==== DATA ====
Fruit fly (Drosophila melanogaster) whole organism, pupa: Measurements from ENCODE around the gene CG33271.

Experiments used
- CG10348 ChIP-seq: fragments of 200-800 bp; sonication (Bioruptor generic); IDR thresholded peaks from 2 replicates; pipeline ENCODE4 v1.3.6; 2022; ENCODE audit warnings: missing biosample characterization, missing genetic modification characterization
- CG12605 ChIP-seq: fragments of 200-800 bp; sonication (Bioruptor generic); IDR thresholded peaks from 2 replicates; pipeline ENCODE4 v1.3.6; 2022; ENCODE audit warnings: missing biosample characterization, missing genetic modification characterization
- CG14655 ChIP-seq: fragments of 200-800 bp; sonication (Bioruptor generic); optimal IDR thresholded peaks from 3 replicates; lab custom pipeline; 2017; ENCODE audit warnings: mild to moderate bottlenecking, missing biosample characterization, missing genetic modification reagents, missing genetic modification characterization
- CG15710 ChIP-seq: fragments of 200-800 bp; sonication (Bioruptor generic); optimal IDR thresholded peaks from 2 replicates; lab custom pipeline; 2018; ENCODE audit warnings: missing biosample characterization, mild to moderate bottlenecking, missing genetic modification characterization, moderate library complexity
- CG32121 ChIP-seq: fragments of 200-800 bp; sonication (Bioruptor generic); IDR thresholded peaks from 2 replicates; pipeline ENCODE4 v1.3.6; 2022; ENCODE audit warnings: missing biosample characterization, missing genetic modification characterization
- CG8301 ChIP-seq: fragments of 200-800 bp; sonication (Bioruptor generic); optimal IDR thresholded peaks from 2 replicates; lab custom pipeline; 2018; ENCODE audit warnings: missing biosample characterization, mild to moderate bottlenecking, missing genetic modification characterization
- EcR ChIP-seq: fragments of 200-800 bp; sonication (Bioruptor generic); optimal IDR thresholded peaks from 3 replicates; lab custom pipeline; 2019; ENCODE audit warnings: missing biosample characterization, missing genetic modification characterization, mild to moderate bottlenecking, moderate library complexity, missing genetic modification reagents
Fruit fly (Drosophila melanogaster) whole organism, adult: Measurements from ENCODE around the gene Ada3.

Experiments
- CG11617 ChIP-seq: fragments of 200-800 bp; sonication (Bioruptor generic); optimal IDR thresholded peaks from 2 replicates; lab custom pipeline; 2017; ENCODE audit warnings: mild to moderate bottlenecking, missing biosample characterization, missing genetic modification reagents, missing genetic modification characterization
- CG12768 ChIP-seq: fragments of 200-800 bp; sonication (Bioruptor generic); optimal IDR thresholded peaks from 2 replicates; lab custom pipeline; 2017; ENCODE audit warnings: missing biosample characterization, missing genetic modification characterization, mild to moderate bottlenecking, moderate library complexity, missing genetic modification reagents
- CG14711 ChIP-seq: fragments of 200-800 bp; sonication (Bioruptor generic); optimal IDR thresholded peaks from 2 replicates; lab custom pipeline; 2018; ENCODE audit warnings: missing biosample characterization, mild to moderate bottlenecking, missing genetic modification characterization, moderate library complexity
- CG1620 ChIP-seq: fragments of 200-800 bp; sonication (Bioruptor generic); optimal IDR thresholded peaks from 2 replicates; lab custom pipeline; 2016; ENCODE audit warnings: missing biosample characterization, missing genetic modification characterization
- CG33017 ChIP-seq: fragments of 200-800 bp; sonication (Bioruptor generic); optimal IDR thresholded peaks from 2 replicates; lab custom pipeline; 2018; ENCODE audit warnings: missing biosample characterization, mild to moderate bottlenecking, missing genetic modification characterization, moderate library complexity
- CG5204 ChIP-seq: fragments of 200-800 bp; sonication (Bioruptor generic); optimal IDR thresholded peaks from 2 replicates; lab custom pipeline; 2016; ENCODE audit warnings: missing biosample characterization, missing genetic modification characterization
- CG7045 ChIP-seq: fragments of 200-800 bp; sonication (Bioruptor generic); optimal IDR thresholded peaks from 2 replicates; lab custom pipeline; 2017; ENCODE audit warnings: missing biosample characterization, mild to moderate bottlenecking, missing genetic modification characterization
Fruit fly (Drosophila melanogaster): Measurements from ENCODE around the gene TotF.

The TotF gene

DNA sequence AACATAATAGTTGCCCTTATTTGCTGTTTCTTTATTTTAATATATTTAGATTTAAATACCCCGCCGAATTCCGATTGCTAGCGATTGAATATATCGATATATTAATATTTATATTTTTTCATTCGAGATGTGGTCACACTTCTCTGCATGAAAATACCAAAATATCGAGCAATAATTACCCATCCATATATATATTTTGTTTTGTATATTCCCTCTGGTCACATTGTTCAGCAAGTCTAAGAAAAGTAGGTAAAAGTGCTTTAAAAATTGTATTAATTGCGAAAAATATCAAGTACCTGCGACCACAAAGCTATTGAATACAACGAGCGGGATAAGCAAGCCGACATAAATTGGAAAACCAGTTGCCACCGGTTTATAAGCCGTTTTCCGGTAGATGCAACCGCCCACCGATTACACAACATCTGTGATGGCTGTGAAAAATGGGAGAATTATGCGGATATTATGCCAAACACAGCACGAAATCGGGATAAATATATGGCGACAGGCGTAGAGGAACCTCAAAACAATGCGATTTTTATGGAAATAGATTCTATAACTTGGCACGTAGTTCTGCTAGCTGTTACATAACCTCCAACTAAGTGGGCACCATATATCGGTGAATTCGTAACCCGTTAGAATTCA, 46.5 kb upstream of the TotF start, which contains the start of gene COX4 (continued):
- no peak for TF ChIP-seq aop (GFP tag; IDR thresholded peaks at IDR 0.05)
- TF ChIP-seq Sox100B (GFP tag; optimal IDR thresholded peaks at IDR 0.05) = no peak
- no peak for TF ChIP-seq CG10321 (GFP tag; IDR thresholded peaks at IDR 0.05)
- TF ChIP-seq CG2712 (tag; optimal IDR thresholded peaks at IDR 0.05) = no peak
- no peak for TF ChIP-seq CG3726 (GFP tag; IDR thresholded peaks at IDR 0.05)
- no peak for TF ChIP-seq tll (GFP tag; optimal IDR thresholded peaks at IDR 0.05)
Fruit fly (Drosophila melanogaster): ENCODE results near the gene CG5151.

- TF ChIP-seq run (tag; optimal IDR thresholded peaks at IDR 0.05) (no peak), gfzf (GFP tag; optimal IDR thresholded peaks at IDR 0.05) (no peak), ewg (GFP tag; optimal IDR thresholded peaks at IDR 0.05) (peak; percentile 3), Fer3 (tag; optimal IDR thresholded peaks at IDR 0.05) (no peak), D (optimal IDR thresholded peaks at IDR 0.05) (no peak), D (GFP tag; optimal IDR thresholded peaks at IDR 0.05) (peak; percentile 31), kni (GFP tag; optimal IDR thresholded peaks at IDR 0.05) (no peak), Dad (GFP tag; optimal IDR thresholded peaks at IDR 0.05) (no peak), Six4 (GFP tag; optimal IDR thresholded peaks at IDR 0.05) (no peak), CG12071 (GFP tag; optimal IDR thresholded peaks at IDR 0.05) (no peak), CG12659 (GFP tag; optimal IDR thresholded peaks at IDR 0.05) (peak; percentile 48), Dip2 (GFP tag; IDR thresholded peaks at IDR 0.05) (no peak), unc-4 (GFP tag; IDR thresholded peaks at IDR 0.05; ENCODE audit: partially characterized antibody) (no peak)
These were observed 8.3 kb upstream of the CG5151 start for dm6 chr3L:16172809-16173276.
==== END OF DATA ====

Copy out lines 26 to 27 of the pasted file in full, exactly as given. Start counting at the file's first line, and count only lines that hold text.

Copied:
- no peak for TF ChIP-seq CG3726 (GFP tag; IDR thresholded peaks at IDR 0.05)
- no peak for TF ChIP-seq tll (GFP tag; optimal IDR thresholded peaks at IDR 0.05)